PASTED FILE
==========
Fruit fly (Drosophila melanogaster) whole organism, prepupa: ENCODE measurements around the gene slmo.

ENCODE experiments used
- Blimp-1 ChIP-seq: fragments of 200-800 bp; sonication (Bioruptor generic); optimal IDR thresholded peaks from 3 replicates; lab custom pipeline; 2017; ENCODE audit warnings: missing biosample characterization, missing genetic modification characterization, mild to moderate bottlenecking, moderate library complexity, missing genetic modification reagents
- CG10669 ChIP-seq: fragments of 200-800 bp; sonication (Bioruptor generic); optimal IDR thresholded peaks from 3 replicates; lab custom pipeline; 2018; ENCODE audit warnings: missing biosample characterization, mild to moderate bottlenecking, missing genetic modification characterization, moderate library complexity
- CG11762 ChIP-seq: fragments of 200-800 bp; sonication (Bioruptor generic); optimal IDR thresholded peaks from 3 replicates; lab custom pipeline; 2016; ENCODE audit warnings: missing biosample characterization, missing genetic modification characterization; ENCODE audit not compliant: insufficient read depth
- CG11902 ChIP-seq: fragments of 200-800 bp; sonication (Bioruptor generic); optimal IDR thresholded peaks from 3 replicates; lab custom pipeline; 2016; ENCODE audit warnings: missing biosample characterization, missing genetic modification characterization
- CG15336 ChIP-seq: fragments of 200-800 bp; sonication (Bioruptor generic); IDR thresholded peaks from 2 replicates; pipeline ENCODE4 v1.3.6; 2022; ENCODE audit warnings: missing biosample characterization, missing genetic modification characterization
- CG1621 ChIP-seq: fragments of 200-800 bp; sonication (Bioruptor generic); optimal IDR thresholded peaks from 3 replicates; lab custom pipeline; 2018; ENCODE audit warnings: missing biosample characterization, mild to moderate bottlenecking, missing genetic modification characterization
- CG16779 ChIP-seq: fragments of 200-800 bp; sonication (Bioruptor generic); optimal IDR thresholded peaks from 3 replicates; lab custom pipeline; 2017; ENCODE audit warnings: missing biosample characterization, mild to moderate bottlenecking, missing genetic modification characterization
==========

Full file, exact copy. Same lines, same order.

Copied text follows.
Fruit fly (Drosophila melanogaster) whole organism, prepupa: ENCODE measurements around the gene slmo.

ENCODE experiments used
- Blimp-1 ChIP-seq: fragments of 200-800 bp; sonication (Bioruptor generic); optimal IDR thresholded peaks from 3 replicates; lab custom pipeline; 2017; ENCODE audit warnings: missing biosample characterization, missing genetic modification characterization, mild to moderate bottlenecking, moderate library complexity, missing genetic modification reagents
- CG10669 ChIP-seq: fragments of 200-800 bp; sonication (Bioruptor generic); optimal IDR thresholded peaks from 3 replicates; lab custom pipeline; 2018; ENCODE audit warnings: missing biosample characterization, mild to moderate bottlenecking, missing genetic modification characterization, moderate library complexity
- CG11762 ChIP-seq: fragments of 200-800 bp; sonication (Bioruptor generic); optimal IDR thresholded peaks from 3 replicates; lab custom pipeline; 2016; ENCODE audit warnings: missing biosample characterization, missing genetic modification characterization; ENCODE audit not compliant: insufficient read depth
- CG11902 ChIP-seq: fragments of 200-800 bp; sonication (Bioruptor generic); optimal IDR thresholded peaks from 3 replicates; lab custom pipeline; 2016; ENCODE audit warnings: missing biosample characterization, missing genetic modification characterization
- CG15336 ChIP-seq: fragments of 200-800 bp; sonication (Bioruptor generic); IDR thresholded peaks from 2 replicates; pipeline ENCODE4 v1.3.6; 2022; ENCODE audit warnings: missing biosample characterization, missing genetic modification characterization
- CG1621 ChIP-seq: fragments of 200-800 bp; sonication (Bioruptor generic); optimal IDR thresholded peaks from 3 replicates; lab custom pipeline; 2018; ENCODE audit warnings: missing biosample characterization, mild to moderate bottlenecking, missing genetic modification characterization
- CG16779 ChIP-seq: fragments of 200-800 bp; sonication (Bioruptor generic); optimal IDR thresholded peaks from 3 replicates; lab custom pipeline; 2017; ENCODE audit warnings: missing biosample characterization, mild to moderate bottlenecking, missing genetic modification characterization